Democrats, especially members of the Squad, tell us that the American Dream is dead for broad swaths of the American population. President Biden has questioned in public speeches whether Western democracies can compete with the Chinese model. The Squad and their progressive allies talk incessantly about income inequality and make demands for equity, using phrases like “economic justice” and “climate justice,” and a whole host of other terms that imply massive wealth redistribution.
However, a new report from the Archbridge Institute, a non-partisan think tank, shows that large majorities of Americans still believe in the American dream and economic mobility, and prefer a system that provides equal opportunity rather than equal outcomes. According to Archbridge President and CEO Gonzalo Schwarz:
Despite today’s challenges, or perhaps because of them, the American people remain positive and upbeat about the American Dream. This is not just about money. To the contrary, the overwhelming majority of Americans claim it is important to live better and fuller lives, aside from financial enrichment. And most Americans are living such lives, leveraging equality of opportunity to prove that the American Dream is alive and well in 2021.
It is excellent news that Americans under 30 are the most optimistic. A full 54% report they are on their way to achieving the American dream, while 23% say they have achieved it. Only 21% feel it is out of reach. The even better news is that the results are similar across all racial demographics.
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Freedom and family also win. When respondents were asked about the statements that were most important to their view of the American dream, these two concepts came out on top:
One measure of economic mobility is whether people feel they have more or the same level of opportunity their parents did. Overall, 83% of Americans fit into this category. Americans without a high school diploma are less likely to agree with this, which speaks to the importance of encouraging graduation and developing an alternative way to bring people into the skilled trades, where good pay and benefits are available.
A plurality of Americans think that ensuring everyone has a fair chance at achieving is the best way to help people achieve the American dream. In every demographic except mixed race, respondents selected this policy goal over closing the gap between the rich and the poor and ensuring Americans do not live in poverty.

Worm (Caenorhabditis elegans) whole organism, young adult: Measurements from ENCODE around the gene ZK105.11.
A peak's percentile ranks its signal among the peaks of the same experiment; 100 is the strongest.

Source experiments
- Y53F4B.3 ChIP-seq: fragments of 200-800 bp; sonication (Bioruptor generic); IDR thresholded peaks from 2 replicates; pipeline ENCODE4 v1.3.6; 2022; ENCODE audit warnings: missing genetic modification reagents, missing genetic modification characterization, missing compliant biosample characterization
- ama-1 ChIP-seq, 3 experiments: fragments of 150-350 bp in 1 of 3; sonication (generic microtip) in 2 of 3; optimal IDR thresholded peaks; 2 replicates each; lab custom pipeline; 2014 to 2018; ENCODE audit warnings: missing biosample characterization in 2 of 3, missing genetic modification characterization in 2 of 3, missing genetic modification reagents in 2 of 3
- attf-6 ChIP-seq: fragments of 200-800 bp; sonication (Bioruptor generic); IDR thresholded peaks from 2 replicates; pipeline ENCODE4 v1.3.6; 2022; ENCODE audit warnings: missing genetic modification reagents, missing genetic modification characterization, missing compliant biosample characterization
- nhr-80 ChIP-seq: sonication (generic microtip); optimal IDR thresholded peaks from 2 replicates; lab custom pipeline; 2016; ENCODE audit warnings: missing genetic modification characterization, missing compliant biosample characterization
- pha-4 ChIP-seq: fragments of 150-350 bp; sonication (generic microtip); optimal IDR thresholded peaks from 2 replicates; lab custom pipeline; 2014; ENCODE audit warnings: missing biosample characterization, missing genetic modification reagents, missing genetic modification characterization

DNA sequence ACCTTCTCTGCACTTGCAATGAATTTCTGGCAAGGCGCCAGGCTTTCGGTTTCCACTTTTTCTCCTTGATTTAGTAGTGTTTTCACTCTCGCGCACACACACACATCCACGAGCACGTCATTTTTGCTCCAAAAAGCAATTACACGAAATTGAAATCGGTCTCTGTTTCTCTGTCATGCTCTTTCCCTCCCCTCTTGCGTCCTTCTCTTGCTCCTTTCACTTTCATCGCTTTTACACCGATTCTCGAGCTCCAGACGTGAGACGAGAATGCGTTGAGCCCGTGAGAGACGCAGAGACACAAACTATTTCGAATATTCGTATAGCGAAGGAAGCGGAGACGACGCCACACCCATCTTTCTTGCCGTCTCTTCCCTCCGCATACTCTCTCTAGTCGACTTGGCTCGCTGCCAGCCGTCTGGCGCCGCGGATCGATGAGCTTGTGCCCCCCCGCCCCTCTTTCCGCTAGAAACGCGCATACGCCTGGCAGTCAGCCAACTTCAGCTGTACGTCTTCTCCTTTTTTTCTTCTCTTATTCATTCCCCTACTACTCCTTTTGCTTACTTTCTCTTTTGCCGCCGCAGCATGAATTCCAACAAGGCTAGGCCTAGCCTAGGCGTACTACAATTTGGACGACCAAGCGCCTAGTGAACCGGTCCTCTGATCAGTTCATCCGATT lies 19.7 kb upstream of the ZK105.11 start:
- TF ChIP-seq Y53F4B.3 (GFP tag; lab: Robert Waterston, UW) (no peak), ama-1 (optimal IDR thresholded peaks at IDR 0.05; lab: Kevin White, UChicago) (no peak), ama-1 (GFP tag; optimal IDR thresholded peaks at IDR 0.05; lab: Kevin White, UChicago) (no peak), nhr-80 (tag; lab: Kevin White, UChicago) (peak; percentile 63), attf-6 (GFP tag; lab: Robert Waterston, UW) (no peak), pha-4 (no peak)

Archbridge took a deep dive into how Americans view the concept of equality. Increasingly, K-12 schools, universities, politicians, and even corporations are focused on principles of equity, which focuses on equal outcomes. According to the survey, our major political and cultural institutions align with approximately 4% of Americans.
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A full 66% define equality as equal opportunity under the law and people having a fair chance to pursue opportunities regardless of where they started. Only 4% describe it as everyone ending up in the same place. Everyone beginning in the same position and providing some tools and support to those who start with disadvantages to help them catch up received 10% and 11%, respectively.
One of the most interesting responses concerned what Americans feel is necessary to achieve upward mobility. From the survey:
This might seem like a trivial matter, but when there is no academic or policy consensus defining the main barriers to and indicators of more social mobility, research data becomes particularly important. Currently, many conversations revolve around tweaking safety net programs like the Earned Income Tax Credit or the Child Tax Credit, and it seems like our society and most researchers are forgetting to address or even consider the root causes or determinants of upward income mobility.
Overall, 50% say that the most important element is employment or a job. Even more interesting, the number of people who see a college degree as the most important determinant is declining slightly. Only 13% of those 30-44 selected this option. People in this age group are the Millennial generation, which had the highest college attendance rates in history.
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Increasingly, colleges focused on equity are losing their reputation as reliable credentialing systems, and Millennials were on the cusp of that trend. During our interview, Schwarz talked about new educational opportunities like the Lambda School that offer deferred payment, job-specific skills, and support from major employers. Perhaps a new model like this is the way forward.
Participants were asked about the most important precondition to enable people to achieve economic mobility. The researchers interpreted the results this way:
A strong labor market and a high level of economic growth that would enable more job creation and more direct opportunities for employment was the first option people selected. In second place, increased access to higher education was also selected as an important precondition.
Only 6% of people said that they think a low level of income inequality is a key precondition for more upward economic mobility and only 5% said that it required a strong safety net. Even though that strong safety net might be important, we believe this represents what is the more logical view: people view that safety net as something temporary, as it should be.
The current Democrat policy portfolio runs contrary to the majority view of Americans. Republicans need to take this information about the American dream and develop emotional arguments that appeal to these fundamental views on freedom, family, equal opportunity, and economic mobility. Americans appear to hold center-right opinions on these issues, and as suspected, Democrats are playing to a vocal minority. Even within their own caucus.